NEW YORK (AP) -This was how Yankees fans liked to see David Ortiz - with a pen in hand, rather than a bat.
Hoping for another big hit, the Boston slugger signed copies of his autobiography Monday at a Manhattan bookstore.
``It's surprising,'' said Ortiz, hitting .297 with seven home runs and 22 RBIs. ``You sign a book in New York and you don't know what to expect, but everything's been pretty cool.''
``People show their respect and like the way I do my thing out there,'' he said.
Hundreds of fans, many wearing Red Sox paraphernalia and some sporting Yankees gear, waited over an hour for Ortiz to sign his book, ``Big Papi.''
Ortiz shook hands, posed for pictures and was all smiles while decked out in diamond earrings, a gold chain and a diamond-encrusted watch.
Ortiz has a penchant for getting key hits against New York, and he homered Sunday as the Red Sox won 7-4 at Yankee Stadium. Boston is 5-1 against the Yankees this season and leads them by 6 1/2 games in the AL East.
The Red Sox were idle Monday and play Oakland on Tuesday night at Fenway Park.
The Yankees and their $195 million payroll are in last place at 9-14, losing eight of their last 10. New York plays at Texas on Tuesday night.
``Everybody asked the same question, but we play a lot of games throughout the year,'' Ortiz said. ``We're playing well right now and you don't know what's going to happen at the end but we're going to try to keep on doing it.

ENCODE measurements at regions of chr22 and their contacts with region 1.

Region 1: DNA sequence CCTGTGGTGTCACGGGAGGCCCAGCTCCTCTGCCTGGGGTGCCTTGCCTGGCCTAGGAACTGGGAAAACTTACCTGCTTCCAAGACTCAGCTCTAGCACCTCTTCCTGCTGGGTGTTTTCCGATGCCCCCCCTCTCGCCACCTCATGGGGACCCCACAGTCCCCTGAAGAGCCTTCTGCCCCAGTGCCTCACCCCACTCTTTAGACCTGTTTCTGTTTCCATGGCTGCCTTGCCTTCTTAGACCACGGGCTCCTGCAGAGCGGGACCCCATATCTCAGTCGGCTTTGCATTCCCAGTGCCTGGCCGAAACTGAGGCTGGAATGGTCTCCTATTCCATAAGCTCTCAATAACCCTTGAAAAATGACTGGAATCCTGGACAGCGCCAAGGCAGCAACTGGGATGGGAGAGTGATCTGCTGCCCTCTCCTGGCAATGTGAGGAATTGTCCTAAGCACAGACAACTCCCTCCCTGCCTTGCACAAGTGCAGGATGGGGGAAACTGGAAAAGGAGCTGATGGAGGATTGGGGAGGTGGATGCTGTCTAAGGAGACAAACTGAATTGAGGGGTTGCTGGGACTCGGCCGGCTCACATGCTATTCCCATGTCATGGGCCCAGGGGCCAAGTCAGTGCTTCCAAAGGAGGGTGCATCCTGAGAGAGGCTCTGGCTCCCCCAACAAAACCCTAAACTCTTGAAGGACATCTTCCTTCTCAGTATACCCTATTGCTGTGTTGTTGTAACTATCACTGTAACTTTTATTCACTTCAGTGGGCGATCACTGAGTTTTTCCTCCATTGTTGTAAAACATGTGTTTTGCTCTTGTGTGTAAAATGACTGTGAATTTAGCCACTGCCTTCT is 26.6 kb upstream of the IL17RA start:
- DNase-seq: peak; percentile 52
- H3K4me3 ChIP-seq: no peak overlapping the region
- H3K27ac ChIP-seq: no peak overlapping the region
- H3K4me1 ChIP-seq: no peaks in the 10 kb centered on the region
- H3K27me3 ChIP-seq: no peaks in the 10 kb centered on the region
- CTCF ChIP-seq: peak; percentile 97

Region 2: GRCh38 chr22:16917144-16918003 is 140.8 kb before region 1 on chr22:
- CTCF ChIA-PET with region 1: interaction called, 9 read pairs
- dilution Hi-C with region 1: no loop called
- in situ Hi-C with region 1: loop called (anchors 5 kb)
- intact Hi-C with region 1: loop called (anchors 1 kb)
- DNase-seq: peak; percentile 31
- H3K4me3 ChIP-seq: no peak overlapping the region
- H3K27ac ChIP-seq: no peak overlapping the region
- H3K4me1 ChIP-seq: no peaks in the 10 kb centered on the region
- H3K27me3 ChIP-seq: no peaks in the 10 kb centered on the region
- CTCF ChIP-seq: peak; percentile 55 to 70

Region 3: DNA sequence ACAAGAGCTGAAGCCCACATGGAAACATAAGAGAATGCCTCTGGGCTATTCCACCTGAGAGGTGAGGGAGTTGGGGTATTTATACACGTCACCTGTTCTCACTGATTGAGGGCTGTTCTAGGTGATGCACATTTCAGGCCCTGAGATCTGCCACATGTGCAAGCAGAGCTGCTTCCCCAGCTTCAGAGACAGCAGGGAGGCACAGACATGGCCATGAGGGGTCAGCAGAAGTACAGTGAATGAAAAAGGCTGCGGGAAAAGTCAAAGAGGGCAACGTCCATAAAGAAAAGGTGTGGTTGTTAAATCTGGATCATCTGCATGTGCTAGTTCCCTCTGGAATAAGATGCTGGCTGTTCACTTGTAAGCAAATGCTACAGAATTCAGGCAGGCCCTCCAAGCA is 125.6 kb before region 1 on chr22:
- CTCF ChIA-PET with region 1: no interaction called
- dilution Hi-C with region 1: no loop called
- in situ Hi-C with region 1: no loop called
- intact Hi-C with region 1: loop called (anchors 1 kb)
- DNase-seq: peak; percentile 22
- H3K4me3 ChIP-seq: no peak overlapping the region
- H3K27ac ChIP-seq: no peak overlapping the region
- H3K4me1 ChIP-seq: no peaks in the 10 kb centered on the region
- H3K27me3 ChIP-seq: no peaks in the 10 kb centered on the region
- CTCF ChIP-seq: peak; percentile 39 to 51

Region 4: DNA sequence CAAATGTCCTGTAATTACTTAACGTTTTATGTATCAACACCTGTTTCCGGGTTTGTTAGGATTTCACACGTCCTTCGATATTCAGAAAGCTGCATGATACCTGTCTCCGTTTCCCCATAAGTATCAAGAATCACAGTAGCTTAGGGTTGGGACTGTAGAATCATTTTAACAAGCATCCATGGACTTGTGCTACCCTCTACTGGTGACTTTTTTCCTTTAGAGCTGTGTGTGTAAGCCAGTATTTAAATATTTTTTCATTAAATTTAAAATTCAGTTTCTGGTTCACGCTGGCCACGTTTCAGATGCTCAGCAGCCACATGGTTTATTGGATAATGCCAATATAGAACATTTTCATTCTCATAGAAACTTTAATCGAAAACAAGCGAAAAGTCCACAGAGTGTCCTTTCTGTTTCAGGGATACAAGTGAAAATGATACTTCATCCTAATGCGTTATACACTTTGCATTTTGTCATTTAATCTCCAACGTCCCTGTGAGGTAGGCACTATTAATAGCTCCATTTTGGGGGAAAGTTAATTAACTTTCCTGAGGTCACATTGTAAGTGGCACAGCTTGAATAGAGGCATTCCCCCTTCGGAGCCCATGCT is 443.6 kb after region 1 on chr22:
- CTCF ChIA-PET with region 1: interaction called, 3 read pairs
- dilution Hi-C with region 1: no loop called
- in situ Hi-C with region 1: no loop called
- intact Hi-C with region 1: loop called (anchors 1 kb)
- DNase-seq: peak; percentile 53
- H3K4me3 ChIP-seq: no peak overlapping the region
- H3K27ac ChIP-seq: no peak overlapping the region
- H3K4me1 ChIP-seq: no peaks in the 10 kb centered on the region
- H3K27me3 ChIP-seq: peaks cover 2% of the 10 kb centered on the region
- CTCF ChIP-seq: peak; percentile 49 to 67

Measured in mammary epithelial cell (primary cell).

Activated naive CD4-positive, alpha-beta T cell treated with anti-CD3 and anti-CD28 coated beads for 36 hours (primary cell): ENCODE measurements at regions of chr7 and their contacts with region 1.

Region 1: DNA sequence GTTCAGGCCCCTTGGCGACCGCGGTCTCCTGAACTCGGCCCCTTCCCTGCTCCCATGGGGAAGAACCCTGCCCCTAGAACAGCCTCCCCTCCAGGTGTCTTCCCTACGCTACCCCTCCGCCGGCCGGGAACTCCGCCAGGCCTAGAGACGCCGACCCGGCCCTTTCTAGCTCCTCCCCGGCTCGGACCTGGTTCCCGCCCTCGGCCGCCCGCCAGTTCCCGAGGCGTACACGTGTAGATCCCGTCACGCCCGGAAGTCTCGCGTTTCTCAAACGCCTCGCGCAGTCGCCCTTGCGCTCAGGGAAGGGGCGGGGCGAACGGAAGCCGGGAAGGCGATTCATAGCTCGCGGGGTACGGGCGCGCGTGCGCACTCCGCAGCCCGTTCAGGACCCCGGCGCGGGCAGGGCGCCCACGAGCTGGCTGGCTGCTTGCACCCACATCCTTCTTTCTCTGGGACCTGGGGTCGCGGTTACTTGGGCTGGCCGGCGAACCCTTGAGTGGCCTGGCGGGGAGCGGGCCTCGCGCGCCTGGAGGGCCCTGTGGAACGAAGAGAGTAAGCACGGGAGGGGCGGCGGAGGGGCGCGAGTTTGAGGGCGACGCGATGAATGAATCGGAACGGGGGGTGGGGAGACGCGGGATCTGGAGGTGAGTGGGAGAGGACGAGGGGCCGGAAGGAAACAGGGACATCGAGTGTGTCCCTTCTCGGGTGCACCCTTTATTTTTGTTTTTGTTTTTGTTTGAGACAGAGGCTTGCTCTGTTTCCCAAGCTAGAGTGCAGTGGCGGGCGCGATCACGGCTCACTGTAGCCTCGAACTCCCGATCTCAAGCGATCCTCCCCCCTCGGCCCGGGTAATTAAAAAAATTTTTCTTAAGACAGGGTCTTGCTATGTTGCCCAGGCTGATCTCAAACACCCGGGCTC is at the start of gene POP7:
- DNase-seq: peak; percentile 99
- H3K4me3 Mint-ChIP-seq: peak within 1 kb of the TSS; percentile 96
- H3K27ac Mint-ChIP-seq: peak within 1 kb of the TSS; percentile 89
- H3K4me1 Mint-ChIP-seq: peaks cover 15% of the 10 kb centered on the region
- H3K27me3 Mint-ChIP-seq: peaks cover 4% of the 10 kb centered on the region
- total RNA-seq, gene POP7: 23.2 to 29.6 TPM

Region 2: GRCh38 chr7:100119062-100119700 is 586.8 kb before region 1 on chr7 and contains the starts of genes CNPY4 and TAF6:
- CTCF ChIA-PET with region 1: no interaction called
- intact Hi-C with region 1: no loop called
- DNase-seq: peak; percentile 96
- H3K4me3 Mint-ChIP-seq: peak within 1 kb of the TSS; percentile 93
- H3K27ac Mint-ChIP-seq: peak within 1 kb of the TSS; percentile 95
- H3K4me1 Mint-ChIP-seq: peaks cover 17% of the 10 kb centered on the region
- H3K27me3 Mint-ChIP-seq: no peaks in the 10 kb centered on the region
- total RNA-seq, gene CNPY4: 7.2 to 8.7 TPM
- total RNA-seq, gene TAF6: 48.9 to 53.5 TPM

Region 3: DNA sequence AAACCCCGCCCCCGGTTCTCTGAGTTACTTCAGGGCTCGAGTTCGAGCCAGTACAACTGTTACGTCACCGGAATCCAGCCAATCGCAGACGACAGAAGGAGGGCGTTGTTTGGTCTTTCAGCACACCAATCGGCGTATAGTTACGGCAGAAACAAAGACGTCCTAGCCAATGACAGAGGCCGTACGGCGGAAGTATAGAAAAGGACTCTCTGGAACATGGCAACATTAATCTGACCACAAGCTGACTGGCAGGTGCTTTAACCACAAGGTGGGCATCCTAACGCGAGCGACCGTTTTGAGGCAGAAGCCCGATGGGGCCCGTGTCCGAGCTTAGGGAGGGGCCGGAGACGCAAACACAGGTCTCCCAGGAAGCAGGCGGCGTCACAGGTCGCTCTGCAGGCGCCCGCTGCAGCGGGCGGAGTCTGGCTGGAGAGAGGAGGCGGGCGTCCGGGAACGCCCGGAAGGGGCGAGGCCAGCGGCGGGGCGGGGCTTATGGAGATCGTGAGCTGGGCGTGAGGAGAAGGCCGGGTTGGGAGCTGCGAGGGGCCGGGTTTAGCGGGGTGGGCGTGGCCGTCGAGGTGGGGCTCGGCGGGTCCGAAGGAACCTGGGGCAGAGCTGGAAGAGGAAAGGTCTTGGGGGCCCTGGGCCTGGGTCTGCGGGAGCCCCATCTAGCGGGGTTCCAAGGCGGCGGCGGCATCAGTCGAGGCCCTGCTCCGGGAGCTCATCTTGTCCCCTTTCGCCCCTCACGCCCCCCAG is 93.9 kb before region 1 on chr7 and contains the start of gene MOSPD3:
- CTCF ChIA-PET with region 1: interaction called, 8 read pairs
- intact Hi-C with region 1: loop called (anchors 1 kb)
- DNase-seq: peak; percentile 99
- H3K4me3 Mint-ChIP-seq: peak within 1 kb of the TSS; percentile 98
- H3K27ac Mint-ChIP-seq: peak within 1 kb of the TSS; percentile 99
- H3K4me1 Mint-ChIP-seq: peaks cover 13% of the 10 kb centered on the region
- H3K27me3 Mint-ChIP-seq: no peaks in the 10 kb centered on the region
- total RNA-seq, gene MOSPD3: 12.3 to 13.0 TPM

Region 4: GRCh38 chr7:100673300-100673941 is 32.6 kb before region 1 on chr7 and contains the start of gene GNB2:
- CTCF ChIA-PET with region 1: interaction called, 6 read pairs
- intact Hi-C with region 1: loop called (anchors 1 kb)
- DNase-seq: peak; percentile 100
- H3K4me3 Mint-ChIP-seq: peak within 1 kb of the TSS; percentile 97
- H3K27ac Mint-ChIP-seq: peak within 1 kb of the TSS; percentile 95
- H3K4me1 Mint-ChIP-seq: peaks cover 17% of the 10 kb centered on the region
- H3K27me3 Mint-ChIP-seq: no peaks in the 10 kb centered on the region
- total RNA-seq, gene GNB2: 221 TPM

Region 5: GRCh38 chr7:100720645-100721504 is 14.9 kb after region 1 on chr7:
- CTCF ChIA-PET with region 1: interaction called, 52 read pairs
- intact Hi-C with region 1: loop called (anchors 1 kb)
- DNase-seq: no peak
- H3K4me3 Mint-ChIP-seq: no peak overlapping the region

``Every year (the Yankees) have a tough time putting it together in the beginning but they find a way to put things together later on in the season,'' he said. ``Hopefully not.''
Ortiz said he thought it would likely still come down to the Yankees and Red Sox at the end of the year.
``That's what everybody would like to see,'' the designated hitter said.
Ortiz writes of a comeback of his own in the book, growing up poor in the Dominican Republic and signing with Seattle. He later went to Minnesota, which released him before he came to the Red Sox in 2003. Ortiz will make $12.75 million this season.
``We're talking about a book people love reading,'' Ortiz said. ``People love to get to know about all of us. In my book I talk about my life and tell people that it doesn't matter what you go through, if you keep on fighting you might get to the point where you want to be.
``It doesn't matter how many times they knock you down. It matters how many times you can get up,'' he said.
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